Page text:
Synthesis of urethane oils from waste poly(ethylene terephthalate) bottles

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Abstract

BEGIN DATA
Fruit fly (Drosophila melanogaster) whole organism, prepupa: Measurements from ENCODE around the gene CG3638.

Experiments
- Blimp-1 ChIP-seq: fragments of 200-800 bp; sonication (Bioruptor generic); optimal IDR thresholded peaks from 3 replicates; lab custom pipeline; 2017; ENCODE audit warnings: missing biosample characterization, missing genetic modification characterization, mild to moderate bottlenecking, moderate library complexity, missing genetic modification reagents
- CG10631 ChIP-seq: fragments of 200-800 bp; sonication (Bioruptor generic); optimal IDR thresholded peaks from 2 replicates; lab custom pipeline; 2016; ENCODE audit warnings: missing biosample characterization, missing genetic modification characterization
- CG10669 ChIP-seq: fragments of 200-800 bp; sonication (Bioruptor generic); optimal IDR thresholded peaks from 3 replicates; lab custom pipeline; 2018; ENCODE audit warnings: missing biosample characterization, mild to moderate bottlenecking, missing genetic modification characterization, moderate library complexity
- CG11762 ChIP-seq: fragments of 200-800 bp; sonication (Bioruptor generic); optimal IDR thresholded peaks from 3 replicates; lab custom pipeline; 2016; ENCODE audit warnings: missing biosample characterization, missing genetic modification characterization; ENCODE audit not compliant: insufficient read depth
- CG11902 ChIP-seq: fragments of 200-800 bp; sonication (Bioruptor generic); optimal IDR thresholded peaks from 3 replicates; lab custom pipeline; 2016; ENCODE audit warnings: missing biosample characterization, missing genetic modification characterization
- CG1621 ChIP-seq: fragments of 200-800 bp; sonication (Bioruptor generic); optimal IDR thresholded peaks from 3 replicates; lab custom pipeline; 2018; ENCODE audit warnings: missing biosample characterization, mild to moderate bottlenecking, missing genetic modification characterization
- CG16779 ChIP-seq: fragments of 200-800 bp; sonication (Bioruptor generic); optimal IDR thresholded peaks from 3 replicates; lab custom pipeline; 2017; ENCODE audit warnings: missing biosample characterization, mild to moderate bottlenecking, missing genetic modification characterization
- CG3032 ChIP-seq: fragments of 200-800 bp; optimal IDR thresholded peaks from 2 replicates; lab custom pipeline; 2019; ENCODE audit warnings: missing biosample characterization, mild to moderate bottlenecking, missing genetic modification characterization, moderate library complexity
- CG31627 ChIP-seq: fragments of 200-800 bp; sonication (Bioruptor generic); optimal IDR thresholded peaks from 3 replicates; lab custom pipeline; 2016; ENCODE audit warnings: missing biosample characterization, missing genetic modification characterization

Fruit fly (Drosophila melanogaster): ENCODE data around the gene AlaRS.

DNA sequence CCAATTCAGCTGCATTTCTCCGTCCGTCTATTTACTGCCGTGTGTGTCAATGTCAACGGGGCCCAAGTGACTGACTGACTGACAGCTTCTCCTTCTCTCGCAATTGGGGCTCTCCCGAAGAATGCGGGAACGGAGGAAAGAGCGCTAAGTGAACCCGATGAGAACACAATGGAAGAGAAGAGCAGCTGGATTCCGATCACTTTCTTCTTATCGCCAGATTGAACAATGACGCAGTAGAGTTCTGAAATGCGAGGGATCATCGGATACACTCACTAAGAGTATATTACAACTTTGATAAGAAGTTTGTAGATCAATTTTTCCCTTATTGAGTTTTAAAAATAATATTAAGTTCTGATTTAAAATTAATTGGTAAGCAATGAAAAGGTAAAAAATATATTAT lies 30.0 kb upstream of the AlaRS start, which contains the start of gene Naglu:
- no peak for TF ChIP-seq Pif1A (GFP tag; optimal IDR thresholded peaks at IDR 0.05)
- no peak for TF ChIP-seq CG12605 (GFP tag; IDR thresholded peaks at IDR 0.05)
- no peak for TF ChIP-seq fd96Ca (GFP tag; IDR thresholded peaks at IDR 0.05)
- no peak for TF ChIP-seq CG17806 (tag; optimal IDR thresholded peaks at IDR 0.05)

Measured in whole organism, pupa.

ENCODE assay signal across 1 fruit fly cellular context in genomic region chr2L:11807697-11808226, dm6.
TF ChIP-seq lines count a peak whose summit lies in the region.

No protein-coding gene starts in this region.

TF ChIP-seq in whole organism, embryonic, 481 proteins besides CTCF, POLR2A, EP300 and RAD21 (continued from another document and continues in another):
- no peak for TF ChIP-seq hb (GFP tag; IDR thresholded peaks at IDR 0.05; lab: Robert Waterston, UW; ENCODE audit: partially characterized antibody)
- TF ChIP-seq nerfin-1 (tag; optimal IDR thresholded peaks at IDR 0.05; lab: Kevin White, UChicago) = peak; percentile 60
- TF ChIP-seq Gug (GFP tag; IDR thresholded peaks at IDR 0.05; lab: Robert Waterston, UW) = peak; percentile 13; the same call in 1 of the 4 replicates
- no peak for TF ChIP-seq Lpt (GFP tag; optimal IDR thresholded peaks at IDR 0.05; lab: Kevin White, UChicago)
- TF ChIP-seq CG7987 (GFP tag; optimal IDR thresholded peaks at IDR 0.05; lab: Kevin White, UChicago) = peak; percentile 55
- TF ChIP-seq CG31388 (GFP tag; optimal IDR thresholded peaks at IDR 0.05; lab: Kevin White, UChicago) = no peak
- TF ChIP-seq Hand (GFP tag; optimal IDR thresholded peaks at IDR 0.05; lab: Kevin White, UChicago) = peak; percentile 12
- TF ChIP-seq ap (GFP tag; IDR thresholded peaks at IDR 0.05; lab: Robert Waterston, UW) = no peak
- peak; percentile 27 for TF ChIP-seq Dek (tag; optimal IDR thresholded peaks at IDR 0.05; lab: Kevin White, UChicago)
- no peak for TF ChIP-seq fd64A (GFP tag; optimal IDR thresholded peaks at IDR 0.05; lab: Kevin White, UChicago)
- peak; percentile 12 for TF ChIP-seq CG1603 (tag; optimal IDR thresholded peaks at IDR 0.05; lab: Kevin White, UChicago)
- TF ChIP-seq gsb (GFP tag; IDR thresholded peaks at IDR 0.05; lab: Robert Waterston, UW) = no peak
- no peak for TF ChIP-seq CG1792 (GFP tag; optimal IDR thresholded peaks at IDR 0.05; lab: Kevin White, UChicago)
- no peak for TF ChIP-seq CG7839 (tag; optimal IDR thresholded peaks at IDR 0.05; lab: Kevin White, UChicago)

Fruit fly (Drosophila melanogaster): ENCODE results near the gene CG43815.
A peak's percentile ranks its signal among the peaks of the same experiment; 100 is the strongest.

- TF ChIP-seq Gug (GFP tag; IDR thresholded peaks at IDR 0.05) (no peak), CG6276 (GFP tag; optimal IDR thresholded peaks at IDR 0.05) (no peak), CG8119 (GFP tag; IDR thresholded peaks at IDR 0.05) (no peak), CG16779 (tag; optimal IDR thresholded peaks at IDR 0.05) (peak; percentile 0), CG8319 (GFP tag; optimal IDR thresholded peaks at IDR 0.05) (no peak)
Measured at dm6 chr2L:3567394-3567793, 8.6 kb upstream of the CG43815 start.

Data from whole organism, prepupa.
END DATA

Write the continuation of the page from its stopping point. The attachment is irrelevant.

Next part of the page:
Waste poly(ethylene terephthalate) (PET) bottles were glycolyzed by propylene glycol (PG) at a weight ratio of PET to PG of 37.5 : 62.5 using zinc acetate as a catalyst. The glycolyzed product, consisting of oligomeric diols with a number-average molecular weight range of 458–844, was obtained. It was further reacted with soybean oil and toluene diisocyanate to obtain urethane oils at hydroxyl to isocyanate ratios from 1 : 1 to 1 : 0.7, with and without methanol acting as a blocking agent. All the synthesized urethane oils were yellowish, transparent, low-viscosity liquids of low molecular weights. A lower diisocyanate content and the presence of a blocking agent resulted in higher viscosity, higher molecular weight, and shorter drying time. The films of all synthesized urethane oils exhibited good hardness and adhesion. They also showed excellent water and acid resistance but only fair alkali resistance. However, these prepared urethane oils had lower flexibility and poorer wear resistance compared to those of the commercial urethane oil. © 2004 Wiley Periodicals, Inc. J Appl Polym Sci 92: 3040–3045, 2004

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